Pakistan is in a state of climate emergency after the rain-induced floods have killed over 1,000 and displaced millions. Designer Mohsin Naveed Ranjha is stepping up to do his part and contribute to the flood relief efforts by announcing that proceeds from the sale of his Zarlish collection will go towards helping those affected by the disaster.

On Tuesday, Ranjha took to his Instagram story to announce the news. Starting off by thanking his customers who contributed to the previous round of donations, he said, “By the grace of Allah we were able to deliver our first batch of donations to the flood affectees of Lasbela, Balochistan last month. More batches are to follow. Proceeds from each sale from Zarlish by Mohsin Naveed Ranjha collection will go to Bibi Munazza Foundation which is named after our own mother. This year our goal is working toward flood relief efforts.”

He urged his followers to unite in this difficult time and do their best to help fellow Pakistanis. “We would extend our gratitude to our customers who make this possible and our staff who are working tirelessly is such trying times to make it possible. Let’s all come together to help our fellow compatriots!”

According to the official Mohsin Naveed Ranjha website, pre-booking for the Zarlish unstitched volume 2 collection will begin September 2, at 9pm.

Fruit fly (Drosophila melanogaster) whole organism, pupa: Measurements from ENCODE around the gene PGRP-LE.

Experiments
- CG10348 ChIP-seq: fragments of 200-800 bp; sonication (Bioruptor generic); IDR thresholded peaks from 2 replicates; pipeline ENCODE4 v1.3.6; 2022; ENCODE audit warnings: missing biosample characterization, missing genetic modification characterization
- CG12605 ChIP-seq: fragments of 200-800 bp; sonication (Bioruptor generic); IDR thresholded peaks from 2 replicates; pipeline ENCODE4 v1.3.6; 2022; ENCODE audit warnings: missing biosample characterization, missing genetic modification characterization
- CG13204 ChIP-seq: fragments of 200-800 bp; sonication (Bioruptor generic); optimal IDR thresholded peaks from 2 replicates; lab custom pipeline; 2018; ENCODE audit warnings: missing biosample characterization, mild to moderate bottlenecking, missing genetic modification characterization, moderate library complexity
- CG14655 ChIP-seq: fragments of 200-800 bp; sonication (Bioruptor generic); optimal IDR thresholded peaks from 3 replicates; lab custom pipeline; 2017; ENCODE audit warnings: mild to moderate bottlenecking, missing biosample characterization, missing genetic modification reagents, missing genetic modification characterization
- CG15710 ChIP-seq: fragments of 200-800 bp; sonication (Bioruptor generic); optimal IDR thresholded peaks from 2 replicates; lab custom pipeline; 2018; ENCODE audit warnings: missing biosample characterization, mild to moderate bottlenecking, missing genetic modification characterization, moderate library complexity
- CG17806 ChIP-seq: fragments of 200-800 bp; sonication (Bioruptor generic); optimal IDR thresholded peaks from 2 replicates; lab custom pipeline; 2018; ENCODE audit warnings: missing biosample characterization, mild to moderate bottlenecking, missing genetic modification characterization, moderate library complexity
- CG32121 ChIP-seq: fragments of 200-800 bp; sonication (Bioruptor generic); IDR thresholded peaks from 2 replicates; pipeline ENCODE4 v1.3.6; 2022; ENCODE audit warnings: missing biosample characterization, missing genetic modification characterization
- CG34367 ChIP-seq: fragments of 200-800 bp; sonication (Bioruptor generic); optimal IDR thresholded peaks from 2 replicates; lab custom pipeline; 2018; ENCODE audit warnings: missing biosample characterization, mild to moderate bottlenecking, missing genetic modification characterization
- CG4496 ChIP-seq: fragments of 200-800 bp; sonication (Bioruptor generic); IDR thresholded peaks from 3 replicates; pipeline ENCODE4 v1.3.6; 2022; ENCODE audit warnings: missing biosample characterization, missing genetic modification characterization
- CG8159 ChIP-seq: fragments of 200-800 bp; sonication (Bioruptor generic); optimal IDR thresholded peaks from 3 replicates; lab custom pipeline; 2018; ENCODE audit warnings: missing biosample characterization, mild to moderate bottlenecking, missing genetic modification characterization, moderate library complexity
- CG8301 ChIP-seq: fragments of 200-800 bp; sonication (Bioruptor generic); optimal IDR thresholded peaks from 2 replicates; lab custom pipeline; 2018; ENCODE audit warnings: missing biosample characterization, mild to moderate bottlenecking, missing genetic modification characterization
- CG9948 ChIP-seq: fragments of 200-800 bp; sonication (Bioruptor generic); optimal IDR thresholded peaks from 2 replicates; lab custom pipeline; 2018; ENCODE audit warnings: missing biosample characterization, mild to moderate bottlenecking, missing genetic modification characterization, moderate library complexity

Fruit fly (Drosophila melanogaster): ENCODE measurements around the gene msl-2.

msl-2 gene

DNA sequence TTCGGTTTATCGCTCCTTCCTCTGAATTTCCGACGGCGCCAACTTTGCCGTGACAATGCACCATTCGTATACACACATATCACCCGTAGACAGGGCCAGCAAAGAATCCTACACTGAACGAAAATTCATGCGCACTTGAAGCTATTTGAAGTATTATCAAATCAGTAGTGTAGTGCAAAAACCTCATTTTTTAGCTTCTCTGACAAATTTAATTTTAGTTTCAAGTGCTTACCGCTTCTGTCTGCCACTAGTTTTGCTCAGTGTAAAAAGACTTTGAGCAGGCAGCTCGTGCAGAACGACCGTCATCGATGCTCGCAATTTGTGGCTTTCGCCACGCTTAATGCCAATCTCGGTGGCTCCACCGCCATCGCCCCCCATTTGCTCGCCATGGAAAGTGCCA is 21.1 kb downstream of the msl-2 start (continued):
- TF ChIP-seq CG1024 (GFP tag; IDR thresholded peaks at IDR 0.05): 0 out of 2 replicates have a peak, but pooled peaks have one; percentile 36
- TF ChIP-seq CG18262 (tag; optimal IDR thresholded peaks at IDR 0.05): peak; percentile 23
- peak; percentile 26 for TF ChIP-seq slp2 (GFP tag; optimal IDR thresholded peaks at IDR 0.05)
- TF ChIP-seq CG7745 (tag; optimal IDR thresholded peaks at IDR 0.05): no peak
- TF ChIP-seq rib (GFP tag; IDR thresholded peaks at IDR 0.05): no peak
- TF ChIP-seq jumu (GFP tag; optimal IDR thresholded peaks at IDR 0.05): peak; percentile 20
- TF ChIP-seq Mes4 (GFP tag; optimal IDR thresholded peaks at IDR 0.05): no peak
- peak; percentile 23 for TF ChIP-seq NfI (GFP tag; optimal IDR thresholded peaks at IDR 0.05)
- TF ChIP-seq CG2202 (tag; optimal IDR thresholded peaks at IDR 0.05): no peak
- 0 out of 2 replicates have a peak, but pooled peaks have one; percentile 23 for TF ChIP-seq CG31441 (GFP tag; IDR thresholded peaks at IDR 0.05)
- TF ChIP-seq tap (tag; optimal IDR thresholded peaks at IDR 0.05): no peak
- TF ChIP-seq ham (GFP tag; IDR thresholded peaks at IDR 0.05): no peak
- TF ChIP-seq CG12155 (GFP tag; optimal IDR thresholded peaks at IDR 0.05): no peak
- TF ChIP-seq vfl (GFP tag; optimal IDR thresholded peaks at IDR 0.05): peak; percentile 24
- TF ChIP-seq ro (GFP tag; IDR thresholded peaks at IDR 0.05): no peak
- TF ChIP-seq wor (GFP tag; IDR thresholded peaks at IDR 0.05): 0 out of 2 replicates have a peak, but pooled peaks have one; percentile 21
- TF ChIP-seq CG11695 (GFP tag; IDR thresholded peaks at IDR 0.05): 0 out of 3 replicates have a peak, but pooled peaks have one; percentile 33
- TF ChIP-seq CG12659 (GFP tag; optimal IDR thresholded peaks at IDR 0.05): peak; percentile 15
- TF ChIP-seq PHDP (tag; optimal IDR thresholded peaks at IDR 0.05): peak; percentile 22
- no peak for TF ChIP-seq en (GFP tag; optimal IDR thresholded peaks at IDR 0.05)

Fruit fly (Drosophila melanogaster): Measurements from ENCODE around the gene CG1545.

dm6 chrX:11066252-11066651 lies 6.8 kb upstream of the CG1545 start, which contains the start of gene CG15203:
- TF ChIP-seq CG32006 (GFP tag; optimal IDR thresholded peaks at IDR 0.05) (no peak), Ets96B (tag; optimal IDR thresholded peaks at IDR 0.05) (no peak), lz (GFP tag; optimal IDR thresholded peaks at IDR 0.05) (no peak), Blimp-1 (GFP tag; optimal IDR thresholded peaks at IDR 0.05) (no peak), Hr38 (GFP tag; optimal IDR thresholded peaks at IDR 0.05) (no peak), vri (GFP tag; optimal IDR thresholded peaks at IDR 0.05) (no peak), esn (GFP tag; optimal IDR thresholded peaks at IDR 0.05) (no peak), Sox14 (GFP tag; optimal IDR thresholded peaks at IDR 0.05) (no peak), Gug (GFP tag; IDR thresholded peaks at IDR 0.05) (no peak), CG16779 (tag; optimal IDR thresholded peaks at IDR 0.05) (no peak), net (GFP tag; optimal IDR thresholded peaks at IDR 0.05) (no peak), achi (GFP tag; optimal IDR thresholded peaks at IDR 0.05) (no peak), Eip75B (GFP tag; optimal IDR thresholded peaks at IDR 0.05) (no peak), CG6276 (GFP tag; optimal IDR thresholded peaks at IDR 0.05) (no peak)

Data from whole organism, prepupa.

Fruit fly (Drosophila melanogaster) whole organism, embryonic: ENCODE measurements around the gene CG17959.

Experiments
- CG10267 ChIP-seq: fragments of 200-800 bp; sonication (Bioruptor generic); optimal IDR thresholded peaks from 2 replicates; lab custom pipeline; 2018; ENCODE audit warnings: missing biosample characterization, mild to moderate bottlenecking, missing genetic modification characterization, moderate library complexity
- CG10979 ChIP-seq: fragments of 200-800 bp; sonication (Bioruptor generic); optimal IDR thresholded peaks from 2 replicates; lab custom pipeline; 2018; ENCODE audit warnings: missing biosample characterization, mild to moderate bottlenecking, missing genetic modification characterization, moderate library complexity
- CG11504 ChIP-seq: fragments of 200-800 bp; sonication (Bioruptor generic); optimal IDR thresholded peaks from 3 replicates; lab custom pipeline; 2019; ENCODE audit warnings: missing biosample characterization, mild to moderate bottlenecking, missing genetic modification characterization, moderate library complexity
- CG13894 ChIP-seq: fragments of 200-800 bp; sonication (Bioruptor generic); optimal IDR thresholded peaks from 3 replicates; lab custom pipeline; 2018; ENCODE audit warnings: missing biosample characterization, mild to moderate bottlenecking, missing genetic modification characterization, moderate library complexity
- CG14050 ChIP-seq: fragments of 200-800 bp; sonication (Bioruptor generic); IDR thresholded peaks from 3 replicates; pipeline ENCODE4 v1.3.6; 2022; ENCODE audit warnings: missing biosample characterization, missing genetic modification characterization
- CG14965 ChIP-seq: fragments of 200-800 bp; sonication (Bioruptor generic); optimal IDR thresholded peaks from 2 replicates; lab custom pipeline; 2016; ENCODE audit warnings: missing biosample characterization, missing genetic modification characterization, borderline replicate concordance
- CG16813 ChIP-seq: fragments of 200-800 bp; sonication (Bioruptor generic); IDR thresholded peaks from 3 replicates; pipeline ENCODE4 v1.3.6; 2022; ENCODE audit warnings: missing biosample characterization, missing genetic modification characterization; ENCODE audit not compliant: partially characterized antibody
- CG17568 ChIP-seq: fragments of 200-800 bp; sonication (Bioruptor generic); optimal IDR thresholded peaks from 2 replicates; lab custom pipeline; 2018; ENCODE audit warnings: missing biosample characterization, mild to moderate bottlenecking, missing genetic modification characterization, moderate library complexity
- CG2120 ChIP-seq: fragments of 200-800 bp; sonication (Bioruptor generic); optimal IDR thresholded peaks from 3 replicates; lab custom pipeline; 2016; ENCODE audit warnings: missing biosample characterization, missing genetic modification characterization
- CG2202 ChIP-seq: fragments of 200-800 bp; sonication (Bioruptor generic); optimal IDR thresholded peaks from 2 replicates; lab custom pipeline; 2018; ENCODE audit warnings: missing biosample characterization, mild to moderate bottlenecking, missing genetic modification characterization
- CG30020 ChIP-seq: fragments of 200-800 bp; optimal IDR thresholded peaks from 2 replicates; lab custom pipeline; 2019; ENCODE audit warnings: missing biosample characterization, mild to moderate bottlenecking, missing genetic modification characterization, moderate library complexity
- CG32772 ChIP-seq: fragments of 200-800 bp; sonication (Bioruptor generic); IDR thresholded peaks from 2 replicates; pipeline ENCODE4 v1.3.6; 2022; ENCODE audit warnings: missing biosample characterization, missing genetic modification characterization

In another story slide, he talked about the effect that the disastrous floods have had on the country. “Pakistan continues to be affected by monsoon rainfall, leading to an increased humanitarian impact. The National Disaster Management Authority (NDMA) reported 73 fatalities (of which 31 in Sindh province), due to floods, landslides, flash floods, and severe weather-related incidents.”

Sharing statistics about the flood death toll, displaced people and the damage, he wrote, “Since the beginning of the monsoon season (mid-June), more than 900 people have died, and around 1,290 individuals sustained injuries. More than 3 million persons have been affected by monsoon rains of which 184,000 have been displaced to relief camps across Pakistan. Damage has been reported to more than 495,200 houses. In addition, 702,100 livestock has been lost and more than 3,000 km of roads and 130 bridges have been damaged.”

The government of Pakistan has declared the situation a “climate-inducted humanitarian crisis of epic proportions”. Many organisations are working hard to provide relief to those impacted by the calamity and are accepting help both in the form of monetary and in-kind contributions. You can reach them here and do your part.

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